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Oncor’s new downtown Waco electric substation planned to improve reliability

By: J.B. SMITH |

A new substation Oncor is preparing to build on South 17th Street will help supply energy to a growing downtown and improve reliability, company officials said.

The electric distribution company plans to build the facility next year at Mary Avenue next to the 17th Street railroad overpass, served by a new 0.75-mile transmission line along the railroad tracks from the existing 25th Street transmission lines.

Currently, most of downtown’s power needs are met through lines coming from the East Waco substation across the Brazos River at Interstate 35.

Oncor regional manager Michael Baldwin said the line coming from the opposite direction will provide “redundancy” in the system, so if one circuit has a problem, the company can quickly shift the load to another circuit to restore power.

“This project is a strategic location to serve the anticipated future growth in the downtown area and will provide the opportunity shift capacity to optimize reliability in the entire Waco area,” he said.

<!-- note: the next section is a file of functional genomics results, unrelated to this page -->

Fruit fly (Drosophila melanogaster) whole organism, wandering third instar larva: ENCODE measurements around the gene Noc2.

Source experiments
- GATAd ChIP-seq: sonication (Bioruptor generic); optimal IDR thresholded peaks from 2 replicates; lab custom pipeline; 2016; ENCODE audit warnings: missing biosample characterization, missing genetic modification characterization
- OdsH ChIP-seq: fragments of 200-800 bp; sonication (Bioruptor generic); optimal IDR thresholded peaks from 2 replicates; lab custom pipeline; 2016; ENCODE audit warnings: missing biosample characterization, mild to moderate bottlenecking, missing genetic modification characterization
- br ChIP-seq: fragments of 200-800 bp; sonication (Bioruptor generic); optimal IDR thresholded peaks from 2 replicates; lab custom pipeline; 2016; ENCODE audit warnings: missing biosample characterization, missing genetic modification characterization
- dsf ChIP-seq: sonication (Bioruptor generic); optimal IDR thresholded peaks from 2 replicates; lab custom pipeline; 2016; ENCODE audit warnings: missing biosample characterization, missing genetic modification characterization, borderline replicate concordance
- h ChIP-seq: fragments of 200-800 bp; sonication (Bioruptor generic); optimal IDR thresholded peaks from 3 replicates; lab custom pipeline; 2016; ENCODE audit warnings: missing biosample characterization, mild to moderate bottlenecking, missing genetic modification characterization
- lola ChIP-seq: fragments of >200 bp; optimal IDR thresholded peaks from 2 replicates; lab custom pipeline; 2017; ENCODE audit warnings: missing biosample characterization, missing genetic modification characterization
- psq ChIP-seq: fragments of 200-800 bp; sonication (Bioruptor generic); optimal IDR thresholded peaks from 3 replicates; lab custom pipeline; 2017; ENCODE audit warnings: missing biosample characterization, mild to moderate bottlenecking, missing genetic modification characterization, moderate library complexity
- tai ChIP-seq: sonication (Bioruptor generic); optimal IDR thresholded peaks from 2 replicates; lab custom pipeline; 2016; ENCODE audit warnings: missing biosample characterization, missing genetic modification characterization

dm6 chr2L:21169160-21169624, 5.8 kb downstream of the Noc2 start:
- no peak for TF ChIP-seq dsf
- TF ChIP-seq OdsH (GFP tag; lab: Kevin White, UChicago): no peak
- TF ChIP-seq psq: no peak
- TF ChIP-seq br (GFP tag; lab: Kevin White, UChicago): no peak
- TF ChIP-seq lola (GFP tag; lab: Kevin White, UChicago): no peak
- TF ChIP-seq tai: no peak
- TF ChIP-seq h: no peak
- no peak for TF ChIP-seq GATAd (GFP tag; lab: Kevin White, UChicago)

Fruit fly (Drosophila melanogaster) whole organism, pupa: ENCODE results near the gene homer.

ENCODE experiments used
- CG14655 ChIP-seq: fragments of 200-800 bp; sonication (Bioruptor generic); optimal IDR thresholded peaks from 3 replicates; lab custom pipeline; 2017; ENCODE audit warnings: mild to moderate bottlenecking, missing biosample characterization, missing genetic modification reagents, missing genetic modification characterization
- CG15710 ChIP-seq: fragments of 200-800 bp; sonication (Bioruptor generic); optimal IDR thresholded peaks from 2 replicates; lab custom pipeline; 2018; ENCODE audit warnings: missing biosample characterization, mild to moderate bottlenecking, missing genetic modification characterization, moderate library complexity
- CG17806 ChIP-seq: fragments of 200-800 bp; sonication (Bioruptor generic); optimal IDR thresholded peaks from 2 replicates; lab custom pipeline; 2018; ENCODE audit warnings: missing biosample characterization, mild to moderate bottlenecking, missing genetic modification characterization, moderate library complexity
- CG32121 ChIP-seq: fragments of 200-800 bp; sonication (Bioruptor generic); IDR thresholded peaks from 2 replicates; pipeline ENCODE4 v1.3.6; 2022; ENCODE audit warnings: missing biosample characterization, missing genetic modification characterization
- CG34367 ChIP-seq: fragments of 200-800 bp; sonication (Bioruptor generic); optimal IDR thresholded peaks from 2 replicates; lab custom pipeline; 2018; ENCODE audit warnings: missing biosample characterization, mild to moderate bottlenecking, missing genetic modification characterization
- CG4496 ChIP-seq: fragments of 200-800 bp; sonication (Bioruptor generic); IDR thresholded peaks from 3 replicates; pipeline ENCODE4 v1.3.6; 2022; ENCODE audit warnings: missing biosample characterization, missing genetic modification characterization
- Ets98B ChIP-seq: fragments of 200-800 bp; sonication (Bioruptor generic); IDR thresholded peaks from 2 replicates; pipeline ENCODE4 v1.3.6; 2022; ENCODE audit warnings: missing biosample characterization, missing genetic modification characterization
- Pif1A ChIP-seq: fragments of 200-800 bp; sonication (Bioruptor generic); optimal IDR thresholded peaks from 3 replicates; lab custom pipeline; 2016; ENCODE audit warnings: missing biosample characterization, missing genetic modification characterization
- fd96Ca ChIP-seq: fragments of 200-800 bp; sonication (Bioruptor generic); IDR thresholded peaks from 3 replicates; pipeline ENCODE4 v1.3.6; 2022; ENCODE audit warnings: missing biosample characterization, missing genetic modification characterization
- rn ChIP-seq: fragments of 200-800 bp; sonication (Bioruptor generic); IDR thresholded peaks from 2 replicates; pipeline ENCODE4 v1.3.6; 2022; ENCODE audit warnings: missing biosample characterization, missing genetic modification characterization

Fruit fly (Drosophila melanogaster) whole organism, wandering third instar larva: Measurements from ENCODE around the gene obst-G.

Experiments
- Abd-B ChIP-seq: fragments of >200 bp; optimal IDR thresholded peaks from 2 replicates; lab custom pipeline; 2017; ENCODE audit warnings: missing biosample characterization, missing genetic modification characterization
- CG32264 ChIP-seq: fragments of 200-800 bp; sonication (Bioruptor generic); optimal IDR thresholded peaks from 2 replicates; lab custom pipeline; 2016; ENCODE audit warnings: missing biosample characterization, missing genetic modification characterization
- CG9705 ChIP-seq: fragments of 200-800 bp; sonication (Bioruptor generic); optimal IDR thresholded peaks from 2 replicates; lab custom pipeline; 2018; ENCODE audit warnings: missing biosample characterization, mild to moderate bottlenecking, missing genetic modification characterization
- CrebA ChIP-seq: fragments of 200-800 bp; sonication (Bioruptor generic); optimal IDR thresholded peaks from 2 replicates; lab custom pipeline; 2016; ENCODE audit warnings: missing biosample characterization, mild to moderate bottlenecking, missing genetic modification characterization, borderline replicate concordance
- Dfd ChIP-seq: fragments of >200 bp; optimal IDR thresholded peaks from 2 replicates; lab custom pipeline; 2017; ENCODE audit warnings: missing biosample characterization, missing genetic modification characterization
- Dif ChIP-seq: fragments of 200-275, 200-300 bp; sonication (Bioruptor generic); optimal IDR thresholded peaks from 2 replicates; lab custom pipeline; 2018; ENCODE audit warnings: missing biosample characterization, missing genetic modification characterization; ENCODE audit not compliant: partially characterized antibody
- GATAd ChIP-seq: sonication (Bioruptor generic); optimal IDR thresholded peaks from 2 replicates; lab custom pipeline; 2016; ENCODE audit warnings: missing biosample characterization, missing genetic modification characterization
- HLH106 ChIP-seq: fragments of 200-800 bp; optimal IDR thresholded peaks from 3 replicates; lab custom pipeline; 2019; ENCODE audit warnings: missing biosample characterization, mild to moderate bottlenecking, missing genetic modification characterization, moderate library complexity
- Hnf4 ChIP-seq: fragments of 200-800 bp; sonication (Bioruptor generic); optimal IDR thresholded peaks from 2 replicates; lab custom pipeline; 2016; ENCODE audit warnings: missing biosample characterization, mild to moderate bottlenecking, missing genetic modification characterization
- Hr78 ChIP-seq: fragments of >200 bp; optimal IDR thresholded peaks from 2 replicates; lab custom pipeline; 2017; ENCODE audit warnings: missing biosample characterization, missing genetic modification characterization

Baldwin and other Oncor officials presented the plan to the Waco City Council late last month and got positive feedback. Mayor Malcolm Duncan Jr. said he hoped the new substation could ultimately make the East Waco substation unnecessary so that the site could be redeveloped, but Oncor officials said that would be a complicated task.

City Manager Dale Fisseler said in an interview that he’s glad Oncor is making the improvements necessary for downtown’s future before there’s a capacity problem.

“My understanding is that it not only will help improve reliability but help meet the anticipated demand for downtown,” he said.

“We partner with Oncor. Everything we have runs on electricity. We have a water plant downtown, and having additional redundancy is a good thing.”

Brian Ginsburg, owner of W Promotions on Austin Avenue and chairman of the downtown Public Improvement District, said he hasn’t experienced many outages over the years, but he’s glad to see utility improvements for the area.

“As we grow, naturally, I’ve heard talk about needing more power down here,” he said. “Infrastructure is a big deal.”

Ginsburg said the Mary Avenue site is appropriate for the substation. It will be surrounded by a decorative wall and will be barely visible from the 17th Street bridge.

Oncor is a subsidiary of Energy Future Holdings, which also owns TXU. Oncor, which owns and manages all of Waco’s electrical grid, is not affected by its parent company’s bankruptcy.